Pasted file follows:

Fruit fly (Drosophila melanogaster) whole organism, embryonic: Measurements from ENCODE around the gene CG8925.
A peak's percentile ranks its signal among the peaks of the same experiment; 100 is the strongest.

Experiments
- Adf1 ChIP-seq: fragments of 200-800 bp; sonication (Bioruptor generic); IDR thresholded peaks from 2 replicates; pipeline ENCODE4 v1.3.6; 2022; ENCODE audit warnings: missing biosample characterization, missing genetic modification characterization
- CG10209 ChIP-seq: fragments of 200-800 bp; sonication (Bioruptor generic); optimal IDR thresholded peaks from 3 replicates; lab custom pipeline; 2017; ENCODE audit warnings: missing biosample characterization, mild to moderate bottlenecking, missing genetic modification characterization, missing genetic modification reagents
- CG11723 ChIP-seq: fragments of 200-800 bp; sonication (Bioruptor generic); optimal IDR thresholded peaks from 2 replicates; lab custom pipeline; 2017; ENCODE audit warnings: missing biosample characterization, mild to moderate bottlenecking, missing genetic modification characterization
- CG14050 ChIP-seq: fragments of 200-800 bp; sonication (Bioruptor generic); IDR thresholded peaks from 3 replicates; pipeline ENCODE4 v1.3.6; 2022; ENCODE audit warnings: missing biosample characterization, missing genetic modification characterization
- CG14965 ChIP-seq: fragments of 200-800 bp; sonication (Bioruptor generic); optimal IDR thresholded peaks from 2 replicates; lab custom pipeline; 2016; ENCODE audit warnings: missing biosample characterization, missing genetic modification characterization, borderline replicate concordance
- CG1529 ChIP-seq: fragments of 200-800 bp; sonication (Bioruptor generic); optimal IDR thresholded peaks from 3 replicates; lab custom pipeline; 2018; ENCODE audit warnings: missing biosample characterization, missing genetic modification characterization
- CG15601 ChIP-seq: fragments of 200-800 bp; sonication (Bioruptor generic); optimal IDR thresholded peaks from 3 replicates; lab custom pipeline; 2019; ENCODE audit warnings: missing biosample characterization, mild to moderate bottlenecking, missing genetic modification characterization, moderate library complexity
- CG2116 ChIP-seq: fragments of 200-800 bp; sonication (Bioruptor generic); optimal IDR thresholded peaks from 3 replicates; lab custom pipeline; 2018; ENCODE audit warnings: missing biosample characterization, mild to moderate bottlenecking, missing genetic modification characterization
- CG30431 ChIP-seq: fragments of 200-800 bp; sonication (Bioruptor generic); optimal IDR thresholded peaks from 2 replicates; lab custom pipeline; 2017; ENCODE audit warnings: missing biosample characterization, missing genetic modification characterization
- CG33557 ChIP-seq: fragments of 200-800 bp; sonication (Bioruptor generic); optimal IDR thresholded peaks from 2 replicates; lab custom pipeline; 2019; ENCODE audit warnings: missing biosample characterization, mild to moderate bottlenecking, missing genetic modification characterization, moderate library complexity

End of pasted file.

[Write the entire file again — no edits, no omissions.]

Fruit fly (Drosophila melanogaster) whole organism, embryonic: Measurements from ENCODE around the gene CG8925.
A peak's percentile ranks its signal among the peaks of the same experiment; 100 is the strongest.

Experiments
- Adf1 ChIP-seq: fragments of 200-800 bp; sonication (Bioruptor generic); IDR thresholded peaks from 2 replicates; pipeline ENCODE4 v1.3.6; 2022; ENCODE audit warnings: missing biosample characterization, missing genetic modification characterization
- CG10209 ChIP-seq: fragments of 200-800 bp; sonication (Bioruptor generic); optimal IDR thresholded peaks from 3 replicates; lab custom pipeline; 2017; ENCODE audit warnings: missing biosample characterization, mild to moderate bottlenecking, missing genetic modification characterization, missing genetic modification reagents
- CG11723 ChIP-seq: fragments of 200-800 bp; sonication (Bioruptor generic); optimal IDR thresholded peaks from 2 replicates; lab custom pipeline; 2017; ENCODE audit warnings: missing biosample characterization, mild to moderate bottlenecking, missing genetic modification characterization
- CG14050 ChIP-seq: fragments of 200-800 bp; sonication (Bioruptor generic); IDR thresholded peaks from 3 replicates; pipeline ENCODE4 v1.3.6; 2022; ENCODE audit warnings: missing biosample characterization, missing genetic modification characterization
- CG14965 ChIP-seq: fragments of 200-800 bp; sonication (Bioruptor generic); optimal IDR thresholded peaks from 2 replicates; lab custom pipeline; 2016; ENCODE audit warnings: missing biosample characterization, missing genetic modification characterization, borderline replicate concordance
- CG1529 ChIP-seq: fragments of 200-800 bp; sonication (Bioruptor generic); optimal IDR thresholded peaks from 3 replicates; lab custom pipeline; 2018; ENCODE audit warnings: missing biosample characterization, missing genetic modification characterization
- CG15601 ChIP-seq: fragments of 200-800 bp; sonication (Bioruptor generic); optimal IDR thresholded peaks from 3 replicates; lab custom pipeline; 2019; ENCODE audit warnings: missing biosample characterization, mild to moderate bottlenecking, missing genetic modification characterization, moderate library complexity
- CG2116 ChIP-seq: fragments of 200-800 bp; sonication (Bioruptor generic); optimal IDR thresholded peaks from 3 replicates; lab custom pipeline; 2018; ENCODE audit warnings: missing biosample characterization, mild to moderate bottlenecking, missing genetic modification characterization
- CG30431 ChIP-seq: fragments of 200-800 bp; sonication (Bioruptor generic); optimal IDR thresholded peaks from 2 replicates; lab custom pipeline; 2017; ENCODE audit warnings: missing biosample characterization, missing genetic modification characterization
- CG33557 ChIP-seq: fragments of 200-800 bp; sonication (Bioruptor generic); optimal IDR thresholded peaks from 2 replicates; lab custom pipeline; 2019; ENCODE audit warnings: missing biosample characterization, mild to moderate bottlenecking, missing genetic modification characterization, moderate library complexity